Interviews Misc

Four decades of provocation

You were born in a small countryside town, Somero. How was it to grow up there?
During my first ten years I was often sick, and because of that my mother and I used to visit Helsinki very often. So I got a taste of the big city quite early. About my Somero years, I appreciate mostly my school time. Our headmaster was an exceptional person. He commanded fifteen languages, even though he claimed he could only speak Esperanto and Finnish. And that’s why Esperanto was compulsory in our school. Five years after the headmaster retired, the teaching Esperanto disappeared from Somero schools. It’s a pity because if Somero could have boasted of something, it would have been schoolboys speaking Esperanto. I have even written some songs in Esperanto, but I’m not an Esperantist: they’re so keen on their hobby, and that disturbs me a little bit.

At least two other very famous musicians have also come from Somero.

Right. Unto Mononen, the tango composer. I played in his orchestra. I got to know him when I was a student in Helsinki. I started to be interested in Finnish tango and in tangos by Mononen and he was so popular at the time. And the other one is Rauli “Badding” Somerjoki. We started collaborating and he sang on some of my albums. Then he asked me to produce his own rock single, which I did, and a rock album. Two weeks after releasing ‘Fiilaten ja höyläten’, it went to no.1 in the Finnish chart, where it stayed almost a year.

A year of turning point

It seems that 1966 was a very important year; a sort of turning point.
It was the important year of my provocations! At last I succeeded in provoking the whole of Finland by singing those sexual manuals at the Jyväskylä Summer Cultural Festival. This actually helped very much later when I wanted to do something else, and I started to sing classical music. I sang a song by Franz Schubert live on the Finnish TV: a shock. And it was exactly what I meant it to be.
Then I met the poet Markku Into and we started the Suomen Talvisota project. And in October that same year I was at the Turku Youth Festival, singing Wittgenstein’s “Tractatus”. The sixties are quite easy to remember but already the seventies are much more difficult: I was doing so many different things at the same time. Films, music, writing…

What was the common denominator?
The wish to provoke, of course.

So are you still into provoking the audience?
Of course. I provoke in a totally different way than earlier. I provoke my own friends and people my age. In the 60s I provoked old people and in the 21st century I still provoke old people. These are the same people who grew up with my provocations, and are themselves often quite good at provoking too. But then most of them are nowadays quite old fashioned and they think in an old fashioned, conservative way. I can provoke in many ways.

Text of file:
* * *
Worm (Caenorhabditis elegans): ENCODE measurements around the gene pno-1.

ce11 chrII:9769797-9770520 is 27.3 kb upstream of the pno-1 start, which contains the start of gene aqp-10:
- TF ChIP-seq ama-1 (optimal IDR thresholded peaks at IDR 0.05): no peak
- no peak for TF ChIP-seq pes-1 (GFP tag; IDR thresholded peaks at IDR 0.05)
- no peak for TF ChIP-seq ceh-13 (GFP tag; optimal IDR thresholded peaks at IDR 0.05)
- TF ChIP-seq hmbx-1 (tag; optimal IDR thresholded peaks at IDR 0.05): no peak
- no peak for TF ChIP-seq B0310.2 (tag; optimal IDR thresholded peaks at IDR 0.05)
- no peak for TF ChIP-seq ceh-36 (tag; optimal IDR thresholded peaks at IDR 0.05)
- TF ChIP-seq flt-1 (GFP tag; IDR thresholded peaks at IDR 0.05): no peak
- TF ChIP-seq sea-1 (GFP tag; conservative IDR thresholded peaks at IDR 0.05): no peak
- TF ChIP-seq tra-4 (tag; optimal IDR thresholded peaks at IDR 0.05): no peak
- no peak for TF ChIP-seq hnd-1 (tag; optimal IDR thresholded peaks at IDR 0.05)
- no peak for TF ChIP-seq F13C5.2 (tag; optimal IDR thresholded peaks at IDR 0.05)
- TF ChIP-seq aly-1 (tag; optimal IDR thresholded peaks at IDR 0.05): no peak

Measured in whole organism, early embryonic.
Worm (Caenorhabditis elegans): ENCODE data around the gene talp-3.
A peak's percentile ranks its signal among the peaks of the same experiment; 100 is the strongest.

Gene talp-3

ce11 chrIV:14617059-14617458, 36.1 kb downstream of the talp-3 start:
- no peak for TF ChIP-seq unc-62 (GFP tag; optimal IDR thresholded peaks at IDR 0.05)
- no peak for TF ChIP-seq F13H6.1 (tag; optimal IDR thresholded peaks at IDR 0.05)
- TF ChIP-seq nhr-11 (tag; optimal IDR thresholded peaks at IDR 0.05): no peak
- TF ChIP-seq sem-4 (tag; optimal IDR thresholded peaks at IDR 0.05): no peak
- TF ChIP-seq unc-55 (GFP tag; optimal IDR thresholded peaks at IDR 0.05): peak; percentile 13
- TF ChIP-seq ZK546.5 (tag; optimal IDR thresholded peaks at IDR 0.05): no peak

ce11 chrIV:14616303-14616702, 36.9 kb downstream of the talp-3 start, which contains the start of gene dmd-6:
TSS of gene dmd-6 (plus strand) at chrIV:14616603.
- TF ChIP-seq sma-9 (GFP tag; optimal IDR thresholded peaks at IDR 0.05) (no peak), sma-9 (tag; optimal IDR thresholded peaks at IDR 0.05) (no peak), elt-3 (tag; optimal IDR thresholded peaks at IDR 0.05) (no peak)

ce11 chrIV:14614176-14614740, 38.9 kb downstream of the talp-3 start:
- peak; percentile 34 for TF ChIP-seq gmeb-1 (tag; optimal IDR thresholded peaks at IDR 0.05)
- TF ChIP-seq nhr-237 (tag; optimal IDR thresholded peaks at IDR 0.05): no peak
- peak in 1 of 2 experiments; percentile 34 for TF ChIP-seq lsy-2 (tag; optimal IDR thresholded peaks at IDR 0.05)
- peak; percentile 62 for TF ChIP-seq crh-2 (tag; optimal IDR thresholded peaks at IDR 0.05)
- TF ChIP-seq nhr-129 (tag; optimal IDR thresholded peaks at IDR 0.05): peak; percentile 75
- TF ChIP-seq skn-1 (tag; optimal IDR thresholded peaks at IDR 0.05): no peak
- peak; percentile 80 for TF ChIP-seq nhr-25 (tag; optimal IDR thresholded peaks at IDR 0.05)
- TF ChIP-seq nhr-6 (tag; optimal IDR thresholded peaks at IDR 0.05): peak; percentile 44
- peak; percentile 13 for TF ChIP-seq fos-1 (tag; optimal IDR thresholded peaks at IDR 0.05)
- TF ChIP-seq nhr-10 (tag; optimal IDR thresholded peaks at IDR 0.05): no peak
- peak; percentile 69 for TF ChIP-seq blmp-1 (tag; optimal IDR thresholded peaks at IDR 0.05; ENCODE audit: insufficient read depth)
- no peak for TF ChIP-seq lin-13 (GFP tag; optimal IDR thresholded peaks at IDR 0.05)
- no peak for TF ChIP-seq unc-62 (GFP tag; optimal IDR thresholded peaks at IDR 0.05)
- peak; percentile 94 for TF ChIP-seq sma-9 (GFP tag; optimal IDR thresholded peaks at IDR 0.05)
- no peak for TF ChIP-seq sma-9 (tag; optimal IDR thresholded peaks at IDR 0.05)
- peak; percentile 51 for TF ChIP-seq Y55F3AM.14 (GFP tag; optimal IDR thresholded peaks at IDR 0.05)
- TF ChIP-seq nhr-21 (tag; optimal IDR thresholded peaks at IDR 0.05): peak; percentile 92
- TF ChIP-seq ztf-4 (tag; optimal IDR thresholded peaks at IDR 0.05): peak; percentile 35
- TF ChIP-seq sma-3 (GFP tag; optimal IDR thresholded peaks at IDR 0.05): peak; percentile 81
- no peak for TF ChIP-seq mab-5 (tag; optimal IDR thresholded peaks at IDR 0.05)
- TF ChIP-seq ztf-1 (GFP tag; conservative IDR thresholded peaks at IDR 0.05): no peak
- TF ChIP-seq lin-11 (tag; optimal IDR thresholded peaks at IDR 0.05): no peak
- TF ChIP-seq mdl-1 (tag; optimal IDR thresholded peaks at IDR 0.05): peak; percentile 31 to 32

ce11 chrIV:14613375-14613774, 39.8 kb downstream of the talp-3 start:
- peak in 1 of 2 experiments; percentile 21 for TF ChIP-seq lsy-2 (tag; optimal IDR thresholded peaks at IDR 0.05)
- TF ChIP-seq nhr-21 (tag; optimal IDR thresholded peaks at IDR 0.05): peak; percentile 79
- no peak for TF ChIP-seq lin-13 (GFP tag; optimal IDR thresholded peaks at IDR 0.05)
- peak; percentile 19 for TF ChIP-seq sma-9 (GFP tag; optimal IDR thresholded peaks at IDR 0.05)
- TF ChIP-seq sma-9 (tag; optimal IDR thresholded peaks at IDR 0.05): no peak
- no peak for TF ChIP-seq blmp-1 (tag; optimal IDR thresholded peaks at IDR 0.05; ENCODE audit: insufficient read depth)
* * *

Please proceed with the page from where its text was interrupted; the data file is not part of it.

{mosimage}Stories of detectives and drunkards

You wrote two books whose titles sound quite curious: Etsivätoimisto Andrejev & Milton (Detective Agency Andreyev & Milton) and Baarien Mies (The Beer Bar Man).
The first is a detective story. I wrote it with Markku Into and it was ‘built’ in a very strange way: in the epistolary style. We were making fun of detective novels, and our own is very odd indeed. Suffice it to say that there’s no ending whatsoever.
Baarien mies has an interesting origin. In 1984 it was still forbidden to perform pop music during Easter time. I was in Sotkamo and could not perform. I stayed there some days and visited a bar several times. I became interested in this bar and the ‘way of life’ connected to it. I thought I would suggest the subject to a real sociologist. Then I thought he or she would never get enough money to travel around Finland and no scholarship would be available for such a drinking subject, so I chose myself to be the writer. My wife was with me: she was my driver but also my ‘memory’, as from time to time she had to remind me about the place and what had happened the evening before as I had drunk so much.

How are you planning to shock your audiences at the moment?
The first album in collaboration with DJ Sane will be released in May. It took three years as the material is so uncommercial: no dance, no pop, no rock. But it has very strong and heavy rhythms and sounds like it is from the rock and ambient world but not precisely from that. But I’ve other plans: the Swedish novel. And I’m composing a chamber music work about the Swedish domination that finished in 1909. It’s been commissioned for next year, 2008, so that it anticipates the centennial.

For a detailed biography of M.A. Numminen visit

M.A. Numminen will perform in Helsinki on 22 May at the Design Museum, Korkeavuorenkatu 23, Helsinki

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